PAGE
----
Community Health, Complimentary Therapy, Diabetes, emergency medicine, Eyesight, Healthcare, Hyperbaric Oxygen Technology, Hyperbaric Oxygen Therapy, Hypoxia, Medical Science, Ophthalmology

Ophthalmology – HBOT and The Eyes

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Todays continuation on the sharing of others’ work theme involves an exceptional paper published by Heather Murphy-Lavoie of Louisiana State University Health Sciences Center in New Orleans. Also published in “Optometry – Journal of the American Optometric Association” in 2010, It is linked in here and entitled:

Hyperbaric Oxygen Therapy And The Eye

In many ways it supports our own ideas as discussed in our article on:


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The paper covers a huge number of additional conditions and considerations we did not cover, but addresses the end result of cellular hypoxia in the retina which leads to cell death and the loss of vision. As we have discussed in other articles, hypoxia is the final mechanism of cell death. Something we can do something about. It also confirms our own assertion that prompt treatment with HBOT can salvage at least some of the remaining viable but only ischemic retinal tissue and cells, which cease to function normally following hypoxia caused by one or more initial conditions.

From our perspective as technicians and complementary therapists, we target our attention at the end result of many conditions which is the hypoxia. This is what we aim to treat.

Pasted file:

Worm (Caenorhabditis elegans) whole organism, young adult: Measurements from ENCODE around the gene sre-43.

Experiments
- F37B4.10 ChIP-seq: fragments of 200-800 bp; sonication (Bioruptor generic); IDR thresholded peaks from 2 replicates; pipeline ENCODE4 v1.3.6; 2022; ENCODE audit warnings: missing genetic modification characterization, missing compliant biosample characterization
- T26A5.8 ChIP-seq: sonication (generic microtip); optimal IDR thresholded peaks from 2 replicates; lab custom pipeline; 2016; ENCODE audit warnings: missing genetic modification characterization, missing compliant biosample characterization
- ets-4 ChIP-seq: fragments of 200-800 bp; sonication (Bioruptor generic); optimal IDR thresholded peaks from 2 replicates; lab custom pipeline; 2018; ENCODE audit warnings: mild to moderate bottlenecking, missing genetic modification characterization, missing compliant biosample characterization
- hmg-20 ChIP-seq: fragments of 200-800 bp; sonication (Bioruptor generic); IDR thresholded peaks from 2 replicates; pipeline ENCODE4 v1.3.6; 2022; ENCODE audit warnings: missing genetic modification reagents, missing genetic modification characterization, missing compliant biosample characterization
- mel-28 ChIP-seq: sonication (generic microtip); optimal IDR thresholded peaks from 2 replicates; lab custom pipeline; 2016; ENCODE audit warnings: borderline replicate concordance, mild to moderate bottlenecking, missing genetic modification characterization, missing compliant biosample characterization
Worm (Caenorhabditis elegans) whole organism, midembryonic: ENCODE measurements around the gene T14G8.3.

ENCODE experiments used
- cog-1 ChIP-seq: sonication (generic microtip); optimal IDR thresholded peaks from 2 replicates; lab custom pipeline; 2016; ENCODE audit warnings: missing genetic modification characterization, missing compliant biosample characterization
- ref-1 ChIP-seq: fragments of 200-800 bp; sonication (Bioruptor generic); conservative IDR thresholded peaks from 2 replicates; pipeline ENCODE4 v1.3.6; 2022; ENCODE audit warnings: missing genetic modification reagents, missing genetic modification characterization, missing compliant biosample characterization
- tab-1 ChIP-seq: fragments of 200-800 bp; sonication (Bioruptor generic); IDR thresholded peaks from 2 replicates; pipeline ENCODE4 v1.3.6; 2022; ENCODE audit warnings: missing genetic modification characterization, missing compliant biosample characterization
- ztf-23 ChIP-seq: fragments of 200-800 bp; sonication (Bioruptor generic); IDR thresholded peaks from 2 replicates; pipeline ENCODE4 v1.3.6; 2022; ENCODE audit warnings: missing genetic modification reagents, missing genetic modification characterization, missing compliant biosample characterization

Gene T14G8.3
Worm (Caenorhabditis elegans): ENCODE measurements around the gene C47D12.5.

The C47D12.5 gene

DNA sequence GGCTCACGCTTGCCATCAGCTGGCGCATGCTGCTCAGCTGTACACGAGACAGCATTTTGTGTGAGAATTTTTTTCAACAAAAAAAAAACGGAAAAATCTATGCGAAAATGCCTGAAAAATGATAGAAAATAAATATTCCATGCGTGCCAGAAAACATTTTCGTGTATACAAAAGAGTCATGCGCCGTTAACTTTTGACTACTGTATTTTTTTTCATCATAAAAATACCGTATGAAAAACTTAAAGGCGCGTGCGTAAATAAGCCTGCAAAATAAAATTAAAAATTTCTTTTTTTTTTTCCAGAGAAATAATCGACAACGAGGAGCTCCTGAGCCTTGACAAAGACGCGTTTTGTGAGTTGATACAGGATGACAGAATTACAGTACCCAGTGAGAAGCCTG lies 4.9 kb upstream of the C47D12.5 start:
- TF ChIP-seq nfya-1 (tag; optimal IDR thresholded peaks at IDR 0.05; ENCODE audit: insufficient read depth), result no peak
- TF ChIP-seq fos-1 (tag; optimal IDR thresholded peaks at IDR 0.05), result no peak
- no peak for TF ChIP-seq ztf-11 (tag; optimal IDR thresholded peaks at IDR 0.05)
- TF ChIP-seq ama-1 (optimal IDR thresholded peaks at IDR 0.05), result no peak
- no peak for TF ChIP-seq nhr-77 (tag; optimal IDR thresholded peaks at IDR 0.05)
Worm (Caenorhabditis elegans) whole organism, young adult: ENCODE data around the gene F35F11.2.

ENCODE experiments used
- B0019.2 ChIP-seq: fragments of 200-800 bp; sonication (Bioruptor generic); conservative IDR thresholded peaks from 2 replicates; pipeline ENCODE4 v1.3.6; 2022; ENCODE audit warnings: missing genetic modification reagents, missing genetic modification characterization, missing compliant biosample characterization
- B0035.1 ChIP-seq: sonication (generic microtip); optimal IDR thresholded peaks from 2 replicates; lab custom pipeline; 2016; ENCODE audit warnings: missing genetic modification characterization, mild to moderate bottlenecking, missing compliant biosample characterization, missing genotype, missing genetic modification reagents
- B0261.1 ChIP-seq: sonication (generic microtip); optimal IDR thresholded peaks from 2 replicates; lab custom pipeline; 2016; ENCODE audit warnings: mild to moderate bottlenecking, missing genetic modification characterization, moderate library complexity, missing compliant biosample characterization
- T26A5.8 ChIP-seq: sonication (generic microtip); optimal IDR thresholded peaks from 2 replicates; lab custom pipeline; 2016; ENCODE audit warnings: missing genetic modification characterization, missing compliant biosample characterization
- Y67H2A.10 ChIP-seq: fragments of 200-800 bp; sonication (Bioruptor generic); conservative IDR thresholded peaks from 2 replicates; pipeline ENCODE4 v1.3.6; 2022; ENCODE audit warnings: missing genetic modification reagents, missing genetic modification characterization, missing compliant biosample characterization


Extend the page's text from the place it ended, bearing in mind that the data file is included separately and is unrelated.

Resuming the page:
Appropriate treatment of some ophthalmic conditions with HBOT can indeed, as we concluded, save sight and vision in many cases, provided such treatment is taught and practiced in the first instance and also applied at triage and emergency level which it currently is not.

Todays shared paper focuses largely on emergent conditions in which sudden loss of vision is experienced and discusses the treatment window in which best results are achieved. It concludes that certain vision loss conditions, inside various windows, should be treated as emergencies given the oxygen sensitive nature of the retina and how rapid emergency treatment can maintain the viability of retinal tissue and cells, and these conditions should be triaged accordingly and treated with HBOT within certain criteria. The author concludes:

HBOT has not traditionally been widely used in the management of ocular disorders. There are a number of ocular conditions however, for which HBOT may reverse profound vision loss. The authors recommend aggressive use of HBOT for the indications listed when vision loss is severe and the patients [is] within the time window for HBOT to be effective. Further studies will help to define which ocular disorders are best treated with HBOT, the critical window of opportunity for each, and which HBOT treatment regimens provide the best outcomes.

The paper is packed with case studies and references detailing remarkable success stories associated with the administration of HBOT.

Granted it’s a long read, but a particularly good read that is written in plain, understandable language. Anyone with current,or potentially future eye problems should take the time, even if over a week or two, to read this one. Especially ophthalmologists and doctors treating patients who suffer from various conditions of the eye. A simple shift in approach, and wider use of hyperbaric oxygen therapy could save the sight of a great many individuals.

©Hayden Dunstan

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